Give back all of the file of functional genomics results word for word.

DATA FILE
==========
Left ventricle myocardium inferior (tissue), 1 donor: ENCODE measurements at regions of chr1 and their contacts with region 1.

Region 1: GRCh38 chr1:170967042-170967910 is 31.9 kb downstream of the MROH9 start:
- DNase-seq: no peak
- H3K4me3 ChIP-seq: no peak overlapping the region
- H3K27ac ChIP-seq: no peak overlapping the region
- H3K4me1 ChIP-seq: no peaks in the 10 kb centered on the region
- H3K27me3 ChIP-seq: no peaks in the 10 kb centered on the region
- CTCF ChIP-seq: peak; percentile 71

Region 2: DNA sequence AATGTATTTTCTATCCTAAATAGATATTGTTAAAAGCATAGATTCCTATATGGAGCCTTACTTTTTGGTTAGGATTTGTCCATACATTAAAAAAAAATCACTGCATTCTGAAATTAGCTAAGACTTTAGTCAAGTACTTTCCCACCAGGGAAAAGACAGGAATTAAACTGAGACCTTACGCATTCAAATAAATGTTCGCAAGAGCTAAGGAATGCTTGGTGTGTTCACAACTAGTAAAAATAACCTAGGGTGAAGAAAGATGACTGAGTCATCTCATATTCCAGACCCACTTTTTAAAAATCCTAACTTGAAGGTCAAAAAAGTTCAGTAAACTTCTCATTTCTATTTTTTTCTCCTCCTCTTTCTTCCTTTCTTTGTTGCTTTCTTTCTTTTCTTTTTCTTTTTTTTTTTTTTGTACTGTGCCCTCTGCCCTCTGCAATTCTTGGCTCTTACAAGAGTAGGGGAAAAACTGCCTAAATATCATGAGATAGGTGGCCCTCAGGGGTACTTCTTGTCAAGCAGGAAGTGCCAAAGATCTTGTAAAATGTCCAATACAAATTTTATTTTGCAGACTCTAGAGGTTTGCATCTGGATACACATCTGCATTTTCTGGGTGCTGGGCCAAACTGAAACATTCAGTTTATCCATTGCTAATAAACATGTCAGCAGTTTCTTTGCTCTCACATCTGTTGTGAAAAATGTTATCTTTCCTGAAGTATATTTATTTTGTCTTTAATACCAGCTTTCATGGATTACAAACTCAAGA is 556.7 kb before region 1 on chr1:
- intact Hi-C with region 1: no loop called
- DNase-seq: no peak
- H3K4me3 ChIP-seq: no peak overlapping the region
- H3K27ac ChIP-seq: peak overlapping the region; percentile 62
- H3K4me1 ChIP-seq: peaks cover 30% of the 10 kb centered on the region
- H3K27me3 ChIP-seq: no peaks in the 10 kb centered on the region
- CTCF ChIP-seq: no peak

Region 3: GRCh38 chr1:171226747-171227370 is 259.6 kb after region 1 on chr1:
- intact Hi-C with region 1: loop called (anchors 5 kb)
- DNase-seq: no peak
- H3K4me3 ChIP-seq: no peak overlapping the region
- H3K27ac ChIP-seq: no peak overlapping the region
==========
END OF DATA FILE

Left ventricle myocardium inferior (tissue), 1 donor: ENCODE measurements at regions of chr1 and their contacts with region 1.

Region 1: GRCh38 chr1:170967042-170967910 is 31.9 kb downstream of the MROH9 start:
- DNase-seq: no peak
- H3K4me3 ChIP-seq: no peak overlapping the region
- H3K27ac ChIP-seq: no peak overlapping the region
- H3K4me1 ChIP-seq: no peaks in the 10 kb centered on the region
- H3K27me3 ChIP-seq: no peaks in the 10 kb centered on the region
- CTCF ChIP-seq: peak; percentile 71

Region 2: DNA sequence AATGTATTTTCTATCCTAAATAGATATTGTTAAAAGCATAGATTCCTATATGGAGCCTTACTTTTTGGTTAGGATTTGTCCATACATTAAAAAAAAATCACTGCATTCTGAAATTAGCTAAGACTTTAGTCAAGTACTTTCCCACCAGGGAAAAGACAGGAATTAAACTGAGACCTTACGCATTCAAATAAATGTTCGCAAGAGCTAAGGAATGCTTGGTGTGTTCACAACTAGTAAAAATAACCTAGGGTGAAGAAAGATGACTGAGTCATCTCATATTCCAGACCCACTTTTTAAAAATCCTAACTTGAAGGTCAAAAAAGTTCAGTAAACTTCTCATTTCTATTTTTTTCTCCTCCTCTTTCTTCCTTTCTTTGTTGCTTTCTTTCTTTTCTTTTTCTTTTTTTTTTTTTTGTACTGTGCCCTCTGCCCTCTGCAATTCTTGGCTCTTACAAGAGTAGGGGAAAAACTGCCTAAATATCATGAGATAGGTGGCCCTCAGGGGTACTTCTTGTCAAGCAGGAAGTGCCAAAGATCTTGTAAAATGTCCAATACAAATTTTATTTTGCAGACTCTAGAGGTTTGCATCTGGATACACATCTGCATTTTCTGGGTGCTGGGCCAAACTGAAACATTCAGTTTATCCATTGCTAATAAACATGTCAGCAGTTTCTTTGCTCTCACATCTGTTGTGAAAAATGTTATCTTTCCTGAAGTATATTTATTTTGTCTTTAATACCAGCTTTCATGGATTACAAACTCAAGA is 556.7 kb before region 1 on chr1:
- intact Hi-C with region 1: no loop called
- DNase-seq: no peak
- H3K4me3 ChIP-seq: no peak overlapping the region
- H3K27ac ChIP-seq: peak overlapping the region; percentile 62
- H3K4me1 ChIP-seq: peaks cover 30% of the 10 kb centered on the region
- H3K27me3 ChIP-seq: no peaks in the 10 kb centered on the region
- CTCF ChIP-seq: no peak

Region 3: GRCh38 chr1:171226747-171227370 is 259.6 kb after region 1 on chr1:
- intact Hi-C with region 1: loop called (anchors 5 kb)
- DNase-seq: no peak
- H3K4me3 ChIP-seq: no peak overlapping the region
- H3K27ac ChIP-seq: no peak overlapping the region